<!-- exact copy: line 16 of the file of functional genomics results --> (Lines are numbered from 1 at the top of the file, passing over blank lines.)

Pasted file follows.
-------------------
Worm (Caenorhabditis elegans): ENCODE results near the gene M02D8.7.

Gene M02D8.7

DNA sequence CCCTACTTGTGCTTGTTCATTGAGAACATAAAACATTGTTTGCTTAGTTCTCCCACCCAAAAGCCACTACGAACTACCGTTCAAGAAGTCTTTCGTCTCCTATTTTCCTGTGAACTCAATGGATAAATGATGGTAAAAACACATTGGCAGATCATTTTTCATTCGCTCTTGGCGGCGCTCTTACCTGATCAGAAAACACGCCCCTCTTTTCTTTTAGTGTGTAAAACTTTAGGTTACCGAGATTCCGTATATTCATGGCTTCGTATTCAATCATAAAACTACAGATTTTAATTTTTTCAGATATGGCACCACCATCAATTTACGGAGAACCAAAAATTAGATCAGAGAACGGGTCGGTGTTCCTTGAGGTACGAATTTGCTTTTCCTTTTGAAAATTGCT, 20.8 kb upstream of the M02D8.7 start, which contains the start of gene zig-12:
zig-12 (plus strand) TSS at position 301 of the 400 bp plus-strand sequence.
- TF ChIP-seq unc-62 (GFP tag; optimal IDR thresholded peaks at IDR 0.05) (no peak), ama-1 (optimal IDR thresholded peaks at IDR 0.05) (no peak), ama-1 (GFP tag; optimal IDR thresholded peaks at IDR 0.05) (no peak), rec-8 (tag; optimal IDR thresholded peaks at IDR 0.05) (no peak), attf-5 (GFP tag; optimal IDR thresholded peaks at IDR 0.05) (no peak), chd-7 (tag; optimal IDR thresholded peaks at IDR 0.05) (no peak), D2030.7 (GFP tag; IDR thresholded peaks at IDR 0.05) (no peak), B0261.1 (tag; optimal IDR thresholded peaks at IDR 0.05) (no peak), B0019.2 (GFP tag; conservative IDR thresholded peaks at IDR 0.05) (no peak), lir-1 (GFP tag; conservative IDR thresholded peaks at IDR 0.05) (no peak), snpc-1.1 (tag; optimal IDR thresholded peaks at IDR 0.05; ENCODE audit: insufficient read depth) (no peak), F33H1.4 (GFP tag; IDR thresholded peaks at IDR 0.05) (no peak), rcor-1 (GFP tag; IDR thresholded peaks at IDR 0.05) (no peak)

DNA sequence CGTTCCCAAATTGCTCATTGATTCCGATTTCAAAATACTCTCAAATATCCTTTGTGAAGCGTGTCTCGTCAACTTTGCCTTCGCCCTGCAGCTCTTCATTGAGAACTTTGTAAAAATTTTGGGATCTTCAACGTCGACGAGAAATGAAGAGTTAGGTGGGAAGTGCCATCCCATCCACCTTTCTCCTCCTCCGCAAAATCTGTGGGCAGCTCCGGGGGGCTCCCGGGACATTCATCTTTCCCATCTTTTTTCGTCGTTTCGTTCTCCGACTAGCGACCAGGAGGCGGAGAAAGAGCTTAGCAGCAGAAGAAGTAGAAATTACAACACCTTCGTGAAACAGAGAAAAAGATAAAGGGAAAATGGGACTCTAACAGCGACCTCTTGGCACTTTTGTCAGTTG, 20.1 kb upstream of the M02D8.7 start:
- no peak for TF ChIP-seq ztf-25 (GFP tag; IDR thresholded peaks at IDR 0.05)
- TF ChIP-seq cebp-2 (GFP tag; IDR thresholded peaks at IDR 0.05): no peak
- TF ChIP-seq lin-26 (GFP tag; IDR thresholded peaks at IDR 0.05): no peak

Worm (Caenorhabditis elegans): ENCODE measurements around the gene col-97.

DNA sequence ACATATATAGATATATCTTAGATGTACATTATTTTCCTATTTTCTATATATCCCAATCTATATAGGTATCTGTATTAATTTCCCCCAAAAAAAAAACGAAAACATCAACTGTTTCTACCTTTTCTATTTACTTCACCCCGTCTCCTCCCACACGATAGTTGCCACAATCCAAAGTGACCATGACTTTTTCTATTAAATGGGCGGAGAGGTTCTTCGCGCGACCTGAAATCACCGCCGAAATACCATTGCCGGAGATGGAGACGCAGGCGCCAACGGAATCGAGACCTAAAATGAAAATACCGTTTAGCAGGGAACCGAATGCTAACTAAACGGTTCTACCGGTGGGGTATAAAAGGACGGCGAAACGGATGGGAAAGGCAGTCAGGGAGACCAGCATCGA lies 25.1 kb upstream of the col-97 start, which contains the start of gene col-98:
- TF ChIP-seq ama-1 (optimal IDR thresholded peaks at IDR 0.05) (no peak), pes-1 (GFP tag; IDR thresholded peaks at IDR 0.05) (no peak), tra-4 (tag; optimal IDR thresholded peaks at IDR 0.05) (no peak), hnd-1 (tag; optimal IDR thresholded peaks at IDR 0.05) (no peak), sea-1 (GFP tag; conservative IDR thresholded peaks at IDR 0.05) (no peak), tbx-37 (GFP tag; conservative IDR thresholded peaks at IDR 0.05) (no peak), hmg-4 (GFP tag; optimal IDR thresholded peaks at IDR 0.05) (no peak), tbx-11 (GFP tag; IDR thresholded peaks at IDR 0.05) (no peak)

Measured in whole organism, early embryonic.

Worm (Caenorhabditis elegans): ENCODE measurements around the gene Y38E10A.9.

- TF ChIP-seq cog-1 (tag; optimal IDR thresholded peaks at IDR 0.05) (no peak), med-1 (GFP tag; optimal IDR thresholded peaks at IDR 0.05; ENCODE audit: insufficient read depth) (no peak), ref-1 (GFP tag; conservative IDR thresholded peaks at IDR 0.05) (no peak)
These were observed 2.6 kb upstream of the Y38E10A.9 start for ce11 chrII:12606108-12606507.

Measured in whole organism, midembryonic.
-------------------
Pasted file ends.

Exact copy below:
These were observed 2.6 kb upstream of the Y38E10A.9 start for ce11 chrII:12606108-12606507.